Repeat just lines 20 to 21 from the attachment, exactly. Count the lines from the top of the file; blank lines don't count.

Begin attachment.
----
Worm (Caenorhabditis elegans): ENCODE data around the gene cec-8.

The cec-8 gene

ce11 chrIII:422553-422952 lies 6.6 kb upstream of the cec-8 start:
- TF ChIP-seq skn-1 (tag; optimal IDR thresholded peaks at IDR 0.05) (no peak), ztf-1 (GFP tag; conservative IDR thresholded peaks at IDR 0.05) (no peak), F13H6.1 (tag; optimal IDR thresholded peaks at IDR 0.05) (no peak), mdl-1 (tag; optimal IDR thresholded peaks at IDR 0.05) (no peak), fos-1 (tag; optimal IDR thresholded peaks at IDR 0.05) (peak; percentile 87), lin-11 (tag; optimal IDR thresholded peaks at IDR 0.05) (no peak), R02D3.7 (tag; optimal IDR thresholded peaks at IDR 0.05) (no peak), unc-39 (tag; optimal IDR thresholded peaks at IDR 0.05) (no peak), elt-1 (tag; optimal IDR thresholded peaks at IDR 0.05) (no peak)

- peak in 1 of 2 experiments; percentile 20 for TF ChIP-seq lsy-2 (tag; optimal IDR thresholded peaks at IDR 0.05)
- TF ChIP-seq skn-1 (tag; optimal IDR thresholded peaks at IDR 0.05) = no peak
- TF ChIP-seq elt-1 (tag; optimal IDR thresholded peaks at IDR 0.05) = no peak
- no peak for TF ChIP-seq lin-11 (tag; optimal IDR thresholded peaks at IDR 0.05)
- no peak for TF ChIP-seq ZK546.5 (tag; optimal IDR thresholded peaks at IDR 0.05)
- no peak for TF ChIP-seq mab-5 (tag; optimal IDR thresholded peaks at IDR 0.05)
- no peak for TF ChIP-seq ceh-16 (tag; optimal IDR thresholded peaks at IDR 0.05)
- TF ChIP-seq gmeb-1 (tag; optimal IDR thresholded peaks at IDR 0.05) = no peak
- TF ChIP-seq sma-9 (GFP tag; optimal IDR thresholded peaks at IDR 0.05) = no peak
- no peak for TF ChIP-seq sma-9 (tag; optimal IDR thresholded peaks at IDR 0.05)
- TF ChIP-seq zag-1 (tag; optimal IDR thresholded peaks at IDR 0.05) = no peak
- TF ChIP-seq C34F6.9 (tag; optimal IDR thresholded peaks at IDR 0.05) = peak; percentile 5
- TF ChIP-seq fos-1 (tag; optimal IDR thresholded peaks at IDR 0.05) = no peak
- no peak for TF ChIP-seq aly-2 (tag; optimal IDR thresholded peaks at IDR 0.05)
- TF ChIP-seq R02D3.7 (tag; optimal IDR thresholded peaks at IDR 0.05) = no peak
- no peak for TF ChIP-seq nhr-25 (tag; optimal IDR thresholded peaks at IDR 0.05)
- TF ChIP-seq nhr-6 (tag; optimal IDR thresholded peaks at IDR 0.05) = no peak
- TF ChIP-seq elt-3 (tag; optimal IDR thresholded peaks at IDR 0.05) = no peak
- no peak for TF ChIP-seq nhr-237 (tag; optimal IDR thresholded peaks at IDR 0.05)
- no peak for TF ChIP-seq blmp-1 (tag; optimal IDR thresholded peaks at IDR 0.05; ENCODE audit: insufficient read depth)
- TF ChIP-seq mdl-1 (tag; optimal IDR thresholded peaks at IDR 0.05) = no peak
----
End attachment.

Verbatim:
- no peak for TF ChIP-seq nhr-25 (tag; optimal IDR thresholded peaks at IDR 0.05)
- TF ChIP-seq nhr-6 (tag; optimal IDR thresholded peaks at IDR 0.05) = no peak